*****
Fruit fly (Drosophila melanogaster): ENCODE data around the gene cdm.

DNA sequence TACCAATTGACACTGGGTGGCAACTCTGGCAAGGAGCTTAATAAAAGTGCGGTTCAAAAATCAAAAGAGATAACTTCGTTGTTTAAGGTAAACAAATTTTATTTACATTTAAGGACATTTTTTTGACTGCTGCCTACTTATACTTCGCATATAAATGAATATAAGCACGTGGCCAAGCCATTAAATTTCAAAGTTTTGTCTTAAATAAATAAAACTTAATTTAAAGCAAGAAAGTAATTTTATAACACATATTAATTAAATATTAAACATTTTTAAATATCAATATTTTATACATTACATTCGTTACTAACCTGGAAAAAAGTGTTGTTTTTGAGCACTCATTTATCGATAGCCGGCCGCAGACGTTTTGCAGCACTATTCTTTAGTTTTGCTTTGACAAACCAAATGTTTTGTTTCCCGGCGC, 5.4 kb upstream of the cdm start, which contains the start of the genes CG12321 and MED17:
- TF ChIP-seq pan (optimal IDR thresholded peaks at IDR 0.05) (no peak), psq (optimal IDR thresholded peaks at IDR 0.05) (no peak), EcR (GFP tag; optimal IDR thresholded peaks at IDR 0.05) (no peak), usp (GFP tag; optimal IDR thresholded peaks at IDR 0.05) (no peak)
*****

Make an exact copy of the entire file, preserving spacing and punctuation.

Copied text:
Fruit fly (Drosophila melanogaster): ENCODE data around the gene cdm.

DNA sequence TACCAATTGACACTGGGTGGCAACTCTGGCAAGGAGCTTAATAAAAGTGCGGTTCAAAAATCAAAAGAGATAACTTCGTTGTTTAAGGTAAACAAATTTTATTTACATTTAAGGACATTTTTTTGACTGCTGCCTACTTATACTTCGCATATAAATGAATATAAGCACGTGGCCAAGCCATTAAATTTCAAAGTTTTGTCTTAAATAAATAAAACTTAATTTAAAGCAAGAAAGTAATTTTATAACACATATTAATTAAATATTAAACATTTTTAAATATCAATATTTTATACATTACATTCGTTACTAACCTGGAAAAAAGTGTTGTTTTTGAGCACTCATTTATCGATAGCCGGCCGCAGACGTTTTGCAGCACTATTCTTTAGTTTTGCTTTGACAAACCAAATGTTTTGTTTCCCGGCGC, 5.4 kb upstream of the cdm start, which contains the start of the genes CG12321 and MED17:
- TF ChIP-seq pan (optimal IDR thresholded peaks at IDR 0.05) (no peak), psq (optimal IDR thresholded peaks at IDR 0.05) (no peak), EcR (GFP tag; optimal IDR thresholded peaks at IDR 0.05) (no peak), usp (GFP tag; optimal IDR thresholded peaks at IDR 0.05) (no peak)